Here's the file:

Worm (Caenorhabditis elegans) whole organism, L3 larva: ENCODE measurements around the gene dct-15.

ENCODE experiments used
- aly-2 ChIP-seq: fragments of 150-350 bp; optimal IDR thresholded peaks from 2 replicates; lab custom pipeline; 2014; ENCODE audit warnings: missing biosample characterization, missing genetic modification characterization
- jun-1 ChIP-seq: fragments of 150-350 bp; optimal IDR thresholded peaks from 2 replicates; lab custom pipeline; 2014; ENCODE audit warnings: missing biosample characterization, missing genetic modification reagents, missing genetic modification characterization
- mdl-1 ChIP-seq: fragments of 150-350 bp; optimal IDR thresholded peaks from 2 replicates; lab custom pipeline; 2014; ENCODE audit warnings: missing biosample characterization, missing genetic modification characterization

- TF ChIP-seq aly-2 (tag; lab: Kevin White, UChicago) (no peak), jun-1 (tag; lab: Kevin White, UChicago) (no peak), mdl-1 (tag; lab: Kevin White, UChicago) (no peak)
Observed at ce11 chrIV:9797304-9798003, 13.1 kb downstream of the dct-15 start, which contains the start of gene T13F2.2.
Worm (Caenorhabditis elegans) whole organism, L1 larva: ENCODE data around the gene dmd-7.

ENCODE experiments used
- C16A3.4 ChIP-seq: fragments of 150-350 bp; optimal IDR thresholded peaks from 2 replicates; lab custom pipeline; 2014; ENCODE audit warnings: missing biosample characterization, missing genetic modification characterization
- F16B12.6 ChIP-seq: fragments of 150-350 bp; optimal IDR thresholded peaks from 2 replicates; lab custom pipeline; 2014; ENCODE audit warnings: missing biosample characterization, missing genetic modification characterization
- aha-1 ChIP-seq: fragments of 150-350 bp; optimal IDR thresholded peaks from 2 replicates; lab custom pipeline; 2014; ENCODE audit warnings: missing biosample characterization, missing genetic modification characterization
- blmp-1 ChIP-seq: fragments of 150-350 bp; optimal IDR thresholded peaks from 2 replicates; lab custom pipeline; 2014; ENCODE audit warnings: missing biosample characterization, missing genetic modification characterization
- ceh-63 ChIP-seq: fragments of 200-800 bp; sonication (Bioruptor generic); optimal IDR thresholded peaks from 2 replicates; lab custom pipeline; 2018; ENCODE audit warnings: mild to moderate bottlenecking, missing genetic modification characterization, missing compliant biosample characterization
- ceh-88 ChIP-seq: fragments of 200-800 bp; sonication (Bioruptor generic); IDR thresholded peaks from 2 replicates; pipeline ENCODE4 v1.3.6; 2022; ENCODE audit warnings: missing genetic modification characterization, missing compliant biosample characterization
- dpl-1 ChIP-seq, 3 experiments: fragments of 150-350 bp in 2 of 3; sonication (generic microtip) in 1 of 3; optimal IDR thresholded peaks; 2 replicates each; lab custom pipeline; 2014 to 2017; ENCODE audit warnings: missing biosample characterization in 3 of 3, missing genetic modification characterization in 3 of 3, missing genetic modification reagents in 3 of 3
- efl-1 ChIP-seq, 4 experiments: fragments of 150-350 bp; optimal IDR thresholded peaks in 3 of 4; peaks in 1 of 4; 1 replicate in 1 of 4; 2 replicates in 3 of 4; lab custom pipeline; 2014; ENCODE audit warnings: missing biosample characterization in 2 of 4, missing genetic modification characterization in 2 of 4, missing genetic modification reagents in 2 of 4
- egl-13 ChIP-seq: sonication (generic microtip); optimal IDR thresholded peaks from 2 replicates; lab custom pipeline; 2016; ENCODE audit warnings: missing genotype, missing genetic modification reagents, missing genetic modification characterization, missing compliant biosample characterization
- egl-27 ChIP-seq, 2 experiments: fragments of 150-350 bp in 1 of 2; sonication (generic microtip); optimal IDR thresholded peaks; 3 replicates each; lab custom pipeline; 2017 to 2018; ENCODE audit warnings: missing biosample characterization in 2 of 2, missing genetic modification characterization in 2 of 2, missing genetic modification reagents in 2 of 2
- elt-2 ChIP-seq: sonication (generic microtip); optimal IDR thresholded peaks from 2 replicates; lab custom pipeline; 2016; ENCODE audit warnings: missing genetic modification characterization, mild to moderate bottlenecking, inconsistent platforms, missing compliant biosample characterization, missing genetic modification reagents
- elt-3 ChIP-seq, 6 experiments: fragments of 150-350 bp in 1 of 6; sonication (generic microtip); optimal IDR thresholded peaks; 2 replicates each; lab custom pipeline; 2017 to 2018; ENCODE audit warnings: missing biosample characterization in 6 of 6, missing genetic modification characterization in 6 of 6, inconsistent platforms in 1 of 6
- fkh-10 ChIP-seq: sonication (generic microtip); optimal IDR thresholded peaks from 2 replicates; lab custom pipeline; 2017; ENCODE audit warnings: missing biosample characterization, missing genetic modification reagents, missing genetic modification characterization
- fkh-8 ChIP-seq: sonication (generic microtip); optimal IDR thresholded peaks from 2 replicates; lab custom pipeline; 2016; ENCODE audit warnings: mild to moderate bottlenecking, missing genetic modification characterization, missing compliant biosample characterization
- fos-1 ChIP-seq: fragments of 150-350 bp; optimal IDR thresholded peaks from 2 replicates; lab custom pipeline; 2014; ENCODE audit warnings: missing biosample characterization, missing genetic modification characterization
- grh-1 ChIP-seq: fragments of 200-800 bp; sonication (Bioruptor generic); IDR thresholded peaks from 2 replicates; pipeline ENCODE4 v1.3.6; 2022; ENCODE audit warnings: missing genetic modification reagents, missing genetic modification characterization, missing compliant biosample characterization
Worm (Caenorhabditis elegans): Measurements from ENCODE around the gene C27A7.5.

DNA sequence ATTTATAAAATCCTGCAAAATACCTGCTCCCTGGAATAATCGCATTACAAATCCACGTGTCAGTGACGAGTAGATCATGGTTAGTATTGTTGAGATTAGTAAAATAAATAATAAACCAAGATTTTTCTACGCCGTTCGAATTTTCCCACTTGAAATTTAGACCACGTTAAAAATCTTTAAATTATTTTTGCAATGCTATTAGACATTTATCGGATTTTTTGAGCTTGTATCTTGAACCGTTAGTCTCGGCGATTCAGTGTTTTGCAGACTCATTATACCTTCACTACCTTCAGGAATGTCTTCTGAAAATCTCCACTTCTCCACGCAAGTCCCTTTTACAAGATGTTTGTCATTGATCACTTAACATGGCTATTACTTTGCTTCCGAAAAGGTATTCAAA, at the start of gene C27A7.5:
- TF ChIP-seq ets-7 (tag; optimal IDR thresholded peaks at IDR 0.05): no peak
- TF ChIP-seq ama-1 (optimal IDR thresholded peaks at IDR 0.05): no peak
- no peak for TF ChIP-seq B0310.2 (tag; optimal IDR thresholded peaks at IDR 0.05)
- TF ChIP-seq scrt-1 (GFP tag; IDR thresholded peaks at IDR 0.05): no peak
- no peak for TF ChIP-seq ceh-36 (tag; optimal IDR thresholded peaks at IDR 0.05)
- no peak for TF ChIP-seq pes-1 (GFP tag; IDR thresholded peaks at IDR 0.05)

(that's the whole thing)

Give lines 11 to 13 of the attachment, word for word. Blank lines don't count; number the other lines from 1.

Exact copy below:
- F16B12.6 ChIP-seq: fragments of 150-350 bp; optimal IDR thresholded peaks from 2 replicates; lab custom pipeline; 2014; ENCODE audit warnings: missing biosample characterization, missing genetic modification characterization
- aha-1 ChIP-seq: fragments of 150-350 bp; optimal IDR thresholded peaks from 2 replicates; lab custom pipeline; 2014; ENCODE audit warnings: missing biosample characterization, missing genetic modification characterization
- blmp-1 ChIP-seq: fragments of 150-350 bp; optimal IDR thresholded peaks from 2 replicates; lab custom pipeline; 2014; ENCODE audit warnings: missing biosample characterization, missing genetic modification characterization